Activism Archive is an archival project documenting case studies of activism and movements of social change in Singapore. With focus on their strategies and tactics, the archive celebrates the incredible contribution, diversity and breadth of Singaporean civil society.

In recent years, there have been increasing efforts and literature celebrating our national history of activism and social change, such as Constance Singam’s and Margaret Thomas’ The Art of Advocacy in Singapore – an encyclopaedic and critical endeavour exploring the vibrant local community of civil society activism. Rather than duplicate these efforts, this project hopes to enhance our appreciation of Singaporean social activism with a distinct emphasis on documenting and analysing their tactics and strategies: what strategies did they adopt, what worked, why it worked, and what we can learn from each other.

What is Activism?

Babies in the River Analogy

Imagine strolling along the river and then suddenly noticing a baby floating precariously downstream. You jump in to save the baby, bringing it to the safety of the banks. Just as you do, you realise there is yet another baby in the river. Two more. Three more. Five more. Tens and hundreds. Soon, people are joining you to save the drowning babies. Others have come by to help the rescuers with food, water and encouragement. But the flow of babies is ceaseless.

At this point, you realise that someone is throwing babies down the river. While most people rightly continue to rescue the babies, you and a group of others importantly decide to go upstream to find and stop whoever is throwing babies down the river.

What Exactly in Activism?

Activism is exactly as described in the analogy above: common people coming together for the common good to solve both problems and the root causes of these problems in society. It is the combined efforts by common people to promote, direct and advocate social, political or economic reforms so as to achieve change in society.

These efforts encompass a wide spectrum and repertoire of actions, tactics and strategies – from collaborative strategies such as working with or petitioning your Member of Parliament, writing letters to the Straits Times, hosting seminars and talks raising awareness of fellow citizens, participating in public consultations, to more confrontational tactics of collective action such as whistleblowing, boycotting businesses, striking, and demonstrating at Hong Lim Park.

Social movements in history around the world have employed a diversity of tactics and strategies to achieve their aims: sometimes relying on collaborative methods when the opportunities present themselves, such as how Martin Luther King worked with political leaders within the Washington establishment to advance civil rights while also leading demonstrations. Other times, escalating confrontational pressure when collaboration fails and when strategically suitable, such as in Gandhi’s non-violent but hugely transgressive satyagraha.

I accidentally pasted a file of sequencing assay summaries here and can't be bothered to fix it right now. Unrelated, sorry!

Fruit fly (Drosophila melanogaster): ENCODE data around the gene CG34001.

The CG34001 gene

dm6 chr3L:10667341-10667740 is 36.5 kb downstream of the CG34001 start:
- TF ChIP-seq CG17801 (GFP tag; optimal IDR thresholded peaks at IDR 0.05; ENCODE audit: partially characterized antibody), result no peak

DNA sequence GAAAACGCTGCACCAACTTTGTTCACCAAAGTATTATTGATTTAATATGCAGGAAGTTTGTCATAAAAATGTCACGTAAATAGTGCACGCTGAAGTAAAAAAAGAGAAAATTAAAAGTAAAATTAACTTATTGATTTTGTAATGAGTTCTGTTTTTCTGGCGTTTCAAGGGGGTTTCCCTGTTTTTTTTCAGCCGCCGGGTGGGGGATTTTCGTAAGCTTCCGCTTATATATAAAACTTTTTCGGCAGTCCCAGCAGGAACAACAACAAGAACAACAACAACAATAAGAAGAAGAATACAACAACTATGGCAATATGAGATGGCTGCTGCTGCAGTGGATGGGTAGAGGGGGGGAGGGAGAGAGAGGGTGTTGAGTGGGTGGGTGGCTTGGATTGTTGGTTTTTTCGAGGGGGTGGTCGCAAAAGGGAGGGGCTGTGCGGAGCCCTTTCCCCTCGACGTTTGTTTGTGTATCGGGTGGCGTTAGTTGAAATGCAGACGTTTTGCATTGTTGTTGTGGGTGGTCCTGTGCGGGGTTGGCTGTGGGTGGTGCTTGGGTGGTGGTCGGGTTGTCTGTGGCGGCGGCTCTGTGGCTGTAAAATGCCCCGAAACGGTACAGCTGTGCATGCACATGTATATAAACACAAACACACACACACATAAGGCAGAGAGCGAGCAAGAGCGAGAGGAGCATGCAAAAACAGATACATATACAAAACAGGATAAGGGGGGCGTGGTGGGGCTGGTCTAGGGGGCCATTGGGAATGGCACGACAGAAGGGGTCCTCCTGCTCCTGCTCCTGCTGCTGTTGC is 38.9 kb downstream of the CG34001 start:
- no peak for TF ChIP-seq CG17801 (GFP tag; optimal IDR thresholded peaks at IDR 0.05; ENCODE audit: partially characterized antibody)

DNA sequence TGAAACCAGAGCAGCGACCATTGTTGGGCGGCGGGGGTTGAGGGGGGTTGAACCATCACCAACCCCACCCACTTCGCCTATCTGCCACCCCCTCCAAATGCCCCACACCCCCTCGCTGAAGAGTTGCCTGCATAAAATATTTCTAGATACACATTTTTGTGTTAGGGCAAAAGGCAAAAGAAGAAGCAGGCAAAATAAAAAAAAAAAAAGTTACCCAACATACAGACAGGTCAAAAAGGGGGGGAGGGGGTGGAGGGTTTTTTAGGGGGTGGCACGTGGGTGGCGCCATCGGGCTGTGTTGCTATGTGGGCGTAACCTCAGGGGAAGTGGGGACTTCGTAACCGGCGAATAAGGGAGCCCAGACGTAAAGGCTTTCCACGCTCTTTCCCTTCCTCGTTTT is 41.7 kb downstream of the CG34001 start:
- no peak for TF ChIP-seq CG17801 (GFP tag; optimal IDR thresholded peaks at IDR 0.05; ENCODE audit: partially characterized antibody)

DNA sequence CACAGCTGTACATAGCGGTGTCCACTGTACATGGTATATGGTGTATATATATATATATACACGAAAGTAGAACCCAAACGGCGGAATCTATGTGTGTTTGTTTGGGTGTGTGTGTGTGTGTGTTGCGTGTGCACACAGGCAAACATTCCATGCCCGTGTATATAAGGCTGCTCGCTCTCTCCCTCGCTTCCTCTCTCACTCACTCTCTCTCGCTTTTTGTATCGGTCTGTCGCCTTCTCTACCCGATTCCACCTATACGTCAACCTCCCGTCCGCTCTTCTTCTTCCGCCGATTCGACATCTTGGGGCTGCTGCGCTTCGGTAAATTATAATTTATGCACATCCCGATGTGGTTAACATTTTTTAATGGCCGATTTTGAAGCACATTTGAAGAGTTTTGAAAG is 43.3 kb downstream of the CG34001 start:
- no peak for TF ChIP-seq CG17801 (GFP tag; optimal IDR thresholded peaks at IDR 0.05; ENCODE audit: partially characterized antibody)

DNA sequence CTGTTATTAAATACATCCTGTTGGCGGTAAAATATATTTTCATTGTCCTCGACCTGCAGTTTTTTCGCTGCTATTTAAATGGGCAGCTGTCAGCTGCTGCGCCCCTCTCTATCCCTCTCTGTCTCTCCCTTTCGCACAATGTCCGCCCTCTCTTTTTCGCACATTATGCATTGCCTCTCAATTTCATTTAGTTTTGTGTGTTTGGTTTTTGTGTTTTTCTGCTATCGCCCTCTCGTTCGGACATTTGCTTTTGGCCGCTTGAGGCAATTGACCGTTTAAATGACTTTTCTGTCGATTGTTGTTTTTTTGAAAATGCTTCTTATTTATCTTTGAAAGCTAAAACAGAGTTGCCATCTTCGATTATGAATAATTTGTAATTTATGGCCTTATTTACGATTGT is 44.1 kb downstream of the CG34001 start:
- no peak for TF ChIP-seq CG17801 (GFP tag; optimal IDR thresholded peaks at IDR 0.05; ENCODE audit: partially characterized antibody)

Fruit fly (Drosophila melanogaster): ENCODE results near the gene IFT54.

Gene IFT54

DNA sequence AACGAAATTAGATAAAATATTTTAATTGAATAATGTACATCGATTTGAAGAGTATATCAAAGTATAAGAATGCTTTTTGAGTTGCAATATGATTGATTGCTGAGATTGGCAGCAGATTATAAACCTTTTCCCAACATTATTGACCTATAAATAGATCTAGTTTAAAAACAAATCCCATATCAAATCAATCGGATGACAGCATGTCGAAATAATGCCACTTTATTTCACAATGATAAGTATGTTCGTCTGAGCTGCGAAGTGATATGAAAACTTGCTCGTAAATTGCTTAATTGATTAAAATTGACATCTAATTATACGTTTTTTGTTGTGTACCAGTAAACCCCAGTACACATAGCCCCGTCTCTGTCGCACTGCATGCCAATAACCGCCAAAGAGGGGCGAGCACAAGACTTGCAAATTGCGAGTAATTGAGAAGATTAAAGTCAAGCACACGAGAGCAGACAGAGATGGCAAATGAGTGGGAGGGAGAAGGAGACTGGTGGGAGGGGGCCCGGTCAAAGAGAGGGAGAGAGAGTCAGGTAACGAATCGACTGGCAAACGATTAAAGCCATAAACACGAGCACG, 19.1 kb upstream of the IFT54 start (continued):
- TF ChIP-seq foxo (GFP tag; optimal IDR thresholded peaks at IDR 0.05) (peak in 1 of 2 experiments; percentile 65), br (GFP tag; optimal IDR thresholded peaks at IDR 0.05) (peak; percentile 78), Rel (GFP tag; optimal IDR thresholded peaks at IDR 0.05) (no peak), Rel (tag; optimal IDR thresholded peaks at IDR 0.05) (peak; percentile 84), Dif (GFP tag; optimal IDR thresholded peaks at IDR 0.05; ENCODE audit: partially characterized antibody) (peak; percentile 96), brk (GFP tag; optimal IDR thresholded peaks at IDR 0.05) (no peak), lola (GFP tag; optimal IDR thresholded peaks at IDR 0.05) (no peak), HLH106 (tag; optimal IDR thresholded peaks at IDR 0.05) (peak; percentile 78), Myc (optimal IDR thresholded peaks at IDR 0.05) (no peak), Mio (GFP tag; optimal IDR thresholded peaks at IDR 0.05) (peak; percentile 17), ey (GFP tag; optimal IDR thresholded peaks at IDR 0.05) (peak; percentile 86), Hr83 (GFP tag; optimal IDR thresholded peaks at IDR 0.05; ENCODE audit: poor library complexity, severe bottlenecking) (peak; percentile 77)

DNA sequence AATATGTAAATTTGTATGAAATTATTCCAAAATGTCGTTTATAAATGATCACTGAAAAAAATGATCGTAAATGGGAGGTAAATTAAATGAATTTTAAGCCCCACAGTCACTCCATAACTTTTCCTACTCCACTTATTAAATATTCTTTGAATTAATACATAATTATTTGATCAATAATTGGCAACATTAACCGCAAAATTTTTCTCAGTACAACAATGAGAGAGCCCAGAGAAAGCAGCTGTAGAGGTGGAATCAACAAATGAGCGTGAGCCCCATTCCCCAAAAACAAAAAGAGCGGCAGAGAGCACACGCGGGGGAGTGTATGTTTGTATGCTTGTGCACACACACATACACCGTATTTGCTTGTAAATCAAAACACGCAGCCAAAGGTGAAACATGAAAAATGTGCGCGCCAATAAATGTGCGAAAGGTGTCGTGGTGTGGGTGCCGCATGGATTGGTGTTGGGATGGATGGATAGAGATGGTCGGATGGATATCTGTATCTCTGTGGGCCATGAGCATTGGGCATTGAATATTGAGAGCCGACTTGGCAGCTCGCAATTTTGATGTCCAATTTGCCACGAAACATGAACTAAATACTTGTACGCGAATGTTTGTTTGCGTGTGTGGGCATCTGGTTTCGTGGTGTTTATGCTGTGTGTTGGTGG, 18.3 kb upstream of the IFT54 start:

Activism in Singapore

Activism is often seen as dirty and divisive in Singapore. Yet, the reality is far from different: Singapore’s history and development is rich with activism. Indeed, as Han Fook Kwang, editor-at-large at the Straits Times and Senior Fellow at S. Rajaratnam School of International Studies, calls Singaporean civil society activism as the “stuff of nation-building“, much of the progress of modern Singapore society is the result of the hardworking contributions of common citizens who have invested their time and energies in social change.

We see this in the strident anti-colonial and labour rights activism of our pioneer generation. We see this in the ecological and heritage conservation of Chek Jawa and Bukit Brown hard-fought by Nature Society and Heritage Society. We see this in the backbreaking achievements of women activists like Mdm Chan Choy Siong and Mdm Khatijun Nissa Siraj who fought for the adoption of the Women’s Charter, and later AWARE that championed the cause of women’s rights through the decades. We see this in the successes of animal welfare protection won by ACRES and the progresses in migrant worker labour rights fought by TWC2 and HOME. Our founding Prime Minister Lee Kuan Yew himself was an ardent activist: advocating for trade and student unionists and strikers as their legal adviser during colonial rule, defending the principles of free speech and embattled student journalists as a junior counsel in the Fajar Trials, and demonstrating against the policies of Labour Front government.

We owe much to civil society activism – a lifeblood of our community that continues to build a democratic society based on justice and equality just as our National Pledge exhorts us to do.

You may be told that the legal decisions lead the changes, that judges and lawmakers lead the culture in those theaters called courtrooms, but they only ratify change. They are almost never where change begins, only where it ends up, for most changes travel from the edges to the center.

Rebecca Solnit, Writer of Hope in the Dark

Case Studies Archive

Click on any of the case studies to find out more about the background, tactics and strategies of these movements! More case studies are also currently in the works, so stay tune to this page.

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